A heartwarming solution for all lonely A-listers

Jennifer Lawrence has given an interview to Vogue where she’s said that she is lonely every Saturday night.


Sorry? KATNISS, LONELY? Oh right, she’s not Katniss. But still. This is one of the best, most loved Hollywood actresses right now, with the world at her feet. And although, for a brief second, I was sucked in to her confession, now, chiefly, I just feel a bit pissed off. Can we have a bit of a reality check please?

There’s a massive difference between not having plans for the night, and real, gut-destroying, life-scorching loneliness. The kind of loneliness best summed up by Barbara Covett’s sinister spinster in Zoe Heller’s ‘Notes on a scandal’, when she muses: “People like Sheba think that they know what it’s like to be lonely. They cast their minds back to the time they broke up with a boyfriend in 1975 and endured a whole month before meeting someone new… But about the drip drip of long-haul, no-end-in-sight solitude, they know nothing… I have sat on park benches and trains and schoolroom chairs, feeling the great store of unused, objectless love sitting in my belly like a stone until I was sure I would cry out and fall, flailing, to the ground. About all of this, Sheba and her like have no clue.”

If J-Law is finding it hard to cope with the nano-seconds of singledom she endures in-between killing it at the box office and sweeping up Oscars, my heart goes out to her, really it does. But if she really wants to talk about loneliness, or can’t find companionship, then I have the solution for her. In Britain, over 1 million people haven’t spoken to a friend, neighbour or family for at least a month. Recently, an elderly couple dialled 999 and pretended they’d had an accident because they were so desperate to have someone to talk to. That’s loneliness, J-Law, right there.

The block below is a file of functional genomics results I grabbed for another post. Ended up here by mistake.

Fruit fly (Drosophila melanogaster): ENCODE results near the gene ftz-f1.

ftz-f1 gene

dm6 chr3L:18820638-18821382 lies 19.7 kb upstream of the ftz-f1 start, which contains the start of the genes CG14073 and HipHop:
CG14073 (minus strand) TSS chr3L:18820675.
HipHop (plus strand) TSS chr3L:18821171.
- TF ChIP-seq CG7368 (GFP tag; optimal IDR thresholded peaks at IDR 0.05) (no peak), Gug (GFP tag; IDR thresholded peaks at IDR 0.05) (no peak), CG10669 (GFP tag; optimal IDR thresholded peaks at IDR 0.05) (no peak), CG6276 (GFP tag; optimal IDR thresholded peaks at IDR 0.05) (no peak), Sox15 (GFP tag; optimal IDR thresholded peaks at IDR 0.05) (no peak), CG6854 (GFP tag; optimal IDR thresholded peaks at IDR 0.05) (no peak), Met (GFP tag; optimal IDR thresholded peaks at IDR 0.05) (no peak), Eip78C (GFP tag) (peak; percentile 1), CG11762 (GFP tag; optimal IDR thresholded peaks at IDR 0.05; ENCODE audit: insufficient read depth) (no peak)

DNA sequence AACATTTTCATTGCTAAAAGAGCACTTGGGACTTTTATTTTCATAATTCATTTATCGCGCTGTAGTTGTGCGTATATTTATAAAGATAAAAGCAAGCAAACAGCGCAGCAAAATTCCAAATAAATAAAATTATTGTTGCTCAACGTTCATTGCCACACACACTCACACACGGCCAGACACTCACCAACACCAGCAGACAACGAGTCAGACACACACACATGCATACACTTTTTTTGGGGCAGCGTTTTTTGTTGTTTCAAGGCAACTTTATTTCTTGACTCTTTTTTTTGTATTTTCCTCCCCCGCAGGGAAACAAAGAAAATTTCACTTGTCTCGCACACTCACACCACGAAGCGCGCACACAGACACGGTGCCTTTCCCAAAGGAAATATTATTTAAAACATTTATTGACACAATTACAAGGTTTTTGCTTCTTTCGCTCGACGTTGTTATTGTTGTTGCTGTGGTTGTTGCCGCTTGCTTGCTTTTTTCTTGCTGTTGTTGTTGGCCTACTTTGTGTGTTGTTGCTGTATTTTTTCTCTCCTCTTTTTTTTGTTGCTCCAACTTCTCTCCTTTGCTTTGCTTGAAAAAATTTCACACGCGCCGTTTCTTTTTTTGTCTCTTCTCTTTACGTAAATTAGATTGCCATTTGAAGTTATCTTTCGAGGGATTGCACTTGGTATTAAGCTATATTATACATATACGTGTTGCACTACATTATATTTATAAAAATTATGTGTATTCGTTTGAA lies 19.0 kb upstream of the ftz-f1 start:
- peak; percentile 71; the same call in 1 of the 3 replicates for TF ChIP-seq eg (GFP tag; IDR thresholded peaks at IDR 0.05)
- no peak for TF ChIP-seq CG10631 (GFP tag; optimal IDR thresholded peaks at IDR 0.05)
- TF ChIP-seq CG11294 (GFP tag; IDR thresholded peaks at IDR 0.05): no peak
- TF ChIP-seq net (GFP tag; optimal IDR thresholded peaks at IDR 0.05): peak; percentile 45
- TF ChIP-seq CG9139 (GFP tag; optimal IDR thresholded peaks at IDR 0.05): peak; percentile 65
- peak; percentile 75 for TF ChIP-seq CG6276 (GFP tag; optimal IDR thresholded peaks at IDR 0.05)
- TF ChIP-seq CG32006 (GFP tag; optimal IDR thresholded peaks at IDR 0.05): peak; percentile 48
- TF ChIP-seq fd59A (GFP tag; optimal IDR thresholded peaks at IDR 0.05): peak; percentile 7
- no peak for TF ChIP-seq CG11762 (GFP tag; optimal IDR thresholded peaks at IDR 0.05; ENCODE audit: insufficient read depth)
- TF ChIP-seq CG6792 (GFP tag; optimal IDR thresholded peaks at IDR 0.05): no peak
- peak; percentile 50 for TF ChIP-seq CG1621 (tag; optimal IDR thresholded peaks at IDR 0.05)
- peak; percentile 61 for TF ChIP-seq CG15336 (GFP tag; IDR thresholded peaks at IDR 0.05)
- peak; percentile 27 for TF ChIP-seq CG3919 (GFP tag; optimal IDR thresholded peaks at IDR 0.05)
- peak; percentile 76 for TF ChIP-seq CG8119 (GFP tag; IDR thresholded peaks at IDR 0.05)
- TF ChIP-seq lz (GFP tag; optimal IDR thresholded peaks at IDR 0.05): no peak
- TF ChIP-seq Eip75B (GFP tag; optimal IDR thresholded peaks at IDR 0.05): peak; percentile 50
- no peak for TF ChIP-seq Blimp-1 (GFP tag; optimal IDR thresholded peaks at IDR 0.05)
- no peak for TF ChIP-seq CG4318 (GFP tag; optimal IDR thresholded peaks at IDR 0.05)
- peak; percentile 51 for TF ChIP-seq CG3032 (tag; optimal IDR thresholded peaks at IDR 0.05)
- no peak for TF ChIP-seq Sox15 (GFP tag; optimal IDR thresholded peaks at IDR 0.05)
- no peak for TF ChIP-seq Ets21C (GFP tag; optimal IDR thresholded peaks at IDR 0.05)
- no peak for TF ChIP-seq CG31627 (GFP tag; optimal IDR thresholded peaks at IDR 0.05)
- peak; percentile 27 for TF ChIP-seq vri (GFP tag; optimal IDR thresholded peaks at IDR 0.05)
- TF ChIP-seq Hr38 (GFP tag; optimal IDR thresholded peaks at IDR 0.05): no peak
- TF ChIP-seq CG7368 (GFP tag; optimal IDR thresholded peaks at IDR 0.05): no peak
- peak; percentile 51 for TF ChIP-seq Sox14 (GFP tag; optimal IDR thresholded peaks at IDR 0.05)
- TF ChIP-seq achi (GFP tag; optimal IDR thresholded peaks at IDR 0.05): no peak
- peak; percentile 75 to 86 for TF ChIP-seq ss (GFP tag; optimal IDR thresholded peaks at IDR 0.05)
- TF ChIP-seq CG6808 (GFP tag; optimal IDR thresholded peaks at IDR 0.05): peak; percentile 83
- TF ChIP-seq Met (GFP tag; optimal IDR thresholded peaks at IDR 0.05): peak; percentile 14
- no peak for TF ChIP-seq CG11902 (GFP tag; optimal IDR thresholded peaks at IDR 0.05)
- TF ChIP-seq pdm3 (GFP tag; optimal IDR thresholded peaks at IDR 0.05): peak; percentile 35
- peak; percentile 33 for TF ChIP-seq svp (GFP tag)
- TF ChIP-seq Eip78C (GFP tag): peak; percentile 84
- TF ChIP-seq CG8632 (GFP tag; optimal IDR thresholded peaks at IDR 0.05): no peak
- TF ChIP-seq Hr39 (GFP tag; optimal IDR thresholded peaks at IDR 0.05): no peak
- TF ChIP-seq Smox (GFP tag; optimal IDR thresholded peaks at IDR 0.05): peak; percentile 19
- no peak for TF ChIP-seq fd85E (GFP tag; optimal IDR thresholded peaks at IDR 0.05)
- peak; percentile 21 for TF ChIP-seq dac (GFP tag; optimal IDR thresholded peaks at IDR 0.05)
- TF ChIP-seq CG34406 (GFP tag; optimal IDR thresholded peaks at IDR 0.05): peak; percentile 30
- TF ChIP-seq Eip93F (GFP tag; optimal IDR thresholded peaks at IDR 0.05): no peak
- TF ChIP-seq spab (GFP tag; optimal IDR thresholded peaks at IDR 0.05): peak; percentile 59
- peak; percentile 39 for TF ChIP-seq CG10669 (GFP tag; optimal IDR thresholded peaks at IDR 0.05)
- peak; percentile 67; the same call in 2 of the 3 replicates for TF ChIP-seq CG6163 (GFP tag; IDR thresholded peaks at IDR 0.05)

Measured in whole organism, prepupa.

I used to volunteer for a charity called The Bristol Film Unit. We would visit old people’s residential homes and show them films on projector screens. It was a life-affirming experience for me; not only did I get to see some right old classics: Whisky Galore, Now, Voyager, and Genevieve, but I also got to see how much just human companionship meant to the residents at each home. Often, at a time judged mutually convenient by us all, they would share round ice cream and red wine which we would enjoy companionably, while I soaked up tips on how to flirt in your nineties. It was probably one of the best times of my life.

So J-Law and all you other sad and rejected A-listers, why not fly over to Bristol sometime? I’ll hook you up with Bert and Phyllis and we can sort out your aching loneliness once and for all.


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